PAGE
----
Review: Fall

Year: 2022

Runtime: 107 minutes

Director: Scott Mann

Writers: Jonathan Frank, Scott Mann

Actors: Grace Caroline Currey, Virginia Gardner, Mason Gooding, Jeffrey Dean Morgan, Jasper Cole, Darrell Dennis, Bamm Ericsen, Julia Pace Mitchell

By Caelyn O’Reilly

When I first saw the trailer for “Fall” I got so excited to see the latest entry in my favourite hyper-specific genre of film; thrillers about extremely competent women escaping confined scenarios with their wits. 

“Panic Room”(2002), “10 Cloverfield Lane”(2016), “Don’t Breathe”(2016), “Crawl”(2019), “The Shallows”(2016), I could go on for hours about these movies and why they’re my favourite kind of film. (I could swear they were called “tight-spot thrillers” but I can barely find any instances of that phrase on the Internet so maybe I just dreamed it into being). There’s just some intrinsic pleasure about seeing women like me escaping these claustrophobic nightmare scenarios that scratches my lizard brain.

So I was HYPED for “Fall”, which combines this genre with a premise seemingly designed to give the audience a collective panic attack. Was it worth the excitement…?


This film is about a rise to astonishing heights before everything goes horribly wrong. Appropriately enough, its quality is structured to match. And so too, is this review.

The Rise:

The film opens strong with a brilliantly tense mountain-scaling sequence (bonus points for referencing the delightfully self-indulgent rock-climbing setpiece in “Mission: Impossible 2”(2000)) which does a great job of setting up the arc of protagonist, Becky, played by Grace Caroline Currey. Like many examples of this little genre, the need to escape the physical threat in “Fall” mirrors an emotional need to escape an often depressive or apathetic state of mind. A need to get out of a bad spot in their lives and move on. This is vital because – despite the claim from some of seeing movies like this solely for the spectacle – a simple well-done character arc goes a long way to making these movies feel complete.

But “Fall” knows it has a killer premise on its hands and does not waste much time in making the most of it. This is exemplified by the initial climb up the TV tower, lovingly photographed with frequent extreme close-ups on the rusting, unstable structure and the sound design emphasising every creak and thud. It’s glorious, wringing out every ounce of anxiety possible.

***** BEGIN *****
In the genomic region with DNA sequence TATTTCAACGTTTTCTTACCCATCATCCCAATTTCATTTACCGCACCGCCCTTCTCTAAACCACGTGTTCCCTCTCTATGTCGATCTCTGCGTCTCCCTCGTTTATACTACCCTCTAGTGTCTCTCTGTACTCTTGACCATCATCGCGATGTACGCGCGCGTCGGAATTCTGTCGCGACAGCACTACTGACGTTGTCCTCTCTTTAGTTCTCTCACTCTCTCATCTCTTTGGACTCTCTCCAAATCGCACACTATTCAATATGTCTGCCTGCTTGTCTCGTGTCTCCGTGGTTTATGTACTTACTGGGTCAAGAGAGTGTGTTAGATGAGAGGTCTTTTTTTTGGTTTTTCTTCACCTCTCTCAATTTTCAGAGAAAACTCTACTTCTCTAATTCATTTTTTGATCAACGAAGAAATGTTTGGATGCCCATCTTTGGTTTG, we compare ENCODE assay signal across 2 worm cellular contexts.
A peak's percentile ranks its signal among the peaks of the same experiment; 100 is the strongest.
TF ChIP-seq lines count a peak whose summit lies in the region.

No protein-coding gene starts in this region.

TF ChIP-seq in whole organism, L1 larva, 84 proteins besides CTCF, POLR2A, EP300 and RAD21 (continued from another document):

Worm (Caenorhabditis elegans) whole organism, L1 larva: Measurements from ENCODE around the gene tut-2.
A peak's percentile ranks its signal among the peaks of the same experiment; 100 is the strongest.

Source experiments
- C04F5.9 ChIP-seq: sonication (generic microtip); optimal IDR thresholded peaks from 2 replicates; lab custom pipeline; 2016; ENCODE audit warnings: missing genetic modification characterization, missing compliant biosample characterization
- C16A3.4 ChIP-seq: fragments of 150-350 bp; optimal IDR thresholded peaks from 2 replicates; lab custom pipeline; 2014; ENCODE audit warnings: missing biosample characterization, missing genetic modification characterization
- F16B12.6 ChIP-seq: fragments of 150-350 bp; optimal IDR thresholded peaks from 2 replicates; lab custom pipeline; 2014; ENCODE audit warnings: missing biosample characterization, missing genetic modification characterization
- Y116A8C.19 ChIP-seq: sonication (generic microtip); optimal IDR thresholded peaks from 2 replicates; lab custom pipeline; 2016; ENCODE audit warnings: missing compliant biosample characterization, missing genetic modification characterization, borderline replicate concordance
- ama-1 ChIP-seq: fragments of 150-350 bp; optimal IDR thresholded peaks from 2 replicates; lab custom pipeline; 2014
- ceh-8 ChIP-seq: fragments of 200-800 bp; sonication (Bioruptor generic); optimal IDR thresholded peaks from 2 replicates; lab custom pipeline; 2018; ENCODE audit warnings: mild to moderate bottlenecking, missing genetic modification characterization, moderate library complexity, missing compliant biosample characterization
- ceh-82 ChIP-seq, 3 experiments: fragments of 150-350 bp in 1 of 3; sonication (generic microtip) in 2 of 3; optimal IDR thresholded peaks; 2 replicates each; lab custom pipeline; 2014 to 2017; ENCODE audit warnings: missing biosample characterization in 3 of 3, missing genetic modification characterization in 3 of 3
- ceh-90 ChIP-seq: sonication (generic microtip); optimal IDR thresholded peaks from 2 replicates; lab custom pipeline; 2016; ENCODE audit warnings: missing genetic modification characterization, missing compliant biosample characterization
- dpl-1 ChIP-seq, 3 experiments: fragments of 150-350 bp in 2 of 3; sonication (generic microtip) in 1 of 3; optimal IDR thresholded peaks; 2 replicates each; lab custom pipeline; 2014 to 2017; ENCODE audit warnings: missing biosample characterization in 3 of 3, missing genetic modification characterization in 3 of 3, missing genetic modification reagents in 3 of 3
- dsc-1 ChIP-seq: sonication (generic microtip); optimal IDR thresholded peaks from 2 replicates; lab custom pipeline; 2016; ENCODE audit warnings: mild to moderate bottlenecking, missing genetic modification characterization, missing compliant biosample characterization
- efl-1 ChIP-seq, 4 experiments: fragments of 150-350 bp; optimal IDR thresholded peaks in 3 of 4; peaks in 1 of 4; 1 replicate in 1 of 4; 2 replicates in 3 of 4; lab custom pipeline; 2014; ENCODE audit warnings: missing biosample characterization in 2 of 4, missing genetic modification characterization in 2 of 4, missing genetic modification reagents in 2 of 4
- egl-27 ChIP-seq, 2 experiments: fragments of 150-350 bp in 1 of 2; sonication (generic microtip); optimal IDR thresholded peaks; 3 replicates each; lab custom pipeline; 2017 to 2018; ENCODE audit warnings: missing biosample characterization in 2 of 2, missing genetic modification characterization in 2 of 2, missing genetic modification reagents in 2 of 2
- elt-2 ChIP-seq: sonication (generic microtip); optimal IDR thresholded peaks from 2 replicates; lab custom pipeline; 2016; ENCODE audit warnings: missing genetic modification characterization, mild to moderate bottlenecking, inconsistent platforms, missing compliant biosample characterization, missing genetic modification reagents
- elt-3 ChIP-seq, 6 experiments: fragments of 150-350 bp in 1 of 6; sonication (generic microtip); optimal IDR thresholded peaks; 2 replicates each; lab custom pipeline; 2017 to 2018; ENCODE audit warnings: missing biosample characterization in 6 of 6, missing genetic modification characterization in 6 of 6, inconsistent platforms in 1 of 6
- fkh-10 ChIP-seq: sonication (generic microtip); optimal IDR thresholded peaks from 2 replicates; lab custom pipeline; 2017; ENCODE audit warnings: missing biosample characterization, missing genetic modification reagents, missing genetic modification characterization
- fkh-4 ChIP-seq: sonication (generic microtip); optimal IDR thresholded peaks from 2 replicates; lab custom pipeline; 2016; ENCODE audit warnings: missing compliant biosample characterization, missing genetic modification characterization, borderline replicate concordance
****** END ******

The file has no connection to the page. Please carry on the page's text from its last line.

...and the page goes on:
Unfortunately, once the characters reach the top, the film does run into a significant problem. 

There are many shots in the film where the illusion of these characters dangling 2000 feet in the air shatters entirely when seen in such high fidelity. Even worse, these shots are largely the high-angle shots which would – if better done – be the film’s vertigo-inducing highlights. Despite director Scott Mann’s impressive commitment to shooting on-location (building short segments of the tower on a mountain, according to an interview with Radio Times) these shots could only realistically have been done with a green screen. The only alternative I can think of would be filming these dangerous stunts on-location and then manually removing the entire background in post-production. However, I don’t blame the film too much here. Bad use of chromakey has seemingly been a growing problem across the industry in recent years, often in much more expensive films than this (“Death on the Nile”(2022) anyone?). So this isn’t a movie-ruining issue.

Especially because the cinematography more than makes up for it. The true standouts are the more straight-on shots, where even a tiny portion of the tower takes up the entire vertical space of the frame. Panning my eyes up and down the cinema screen, taking in the scope, was a wonderful experience I haven’t felt since the flight sequences in 2019’s “The Aeronauts”.

These setpieces (the initial climb, the big moment where they get trapped, and the bag retrieval sequence) deliver completely what anyone who sees even a poster for this movie would hope to get out of it; nail-biting tension as the characters are put within inches of plummeting. 

But sadly, it is after this that everything, well, falls apart: SPOILERS AHEAD

The Fall:

The last half-hour of this movie slams face-first into a brick wall.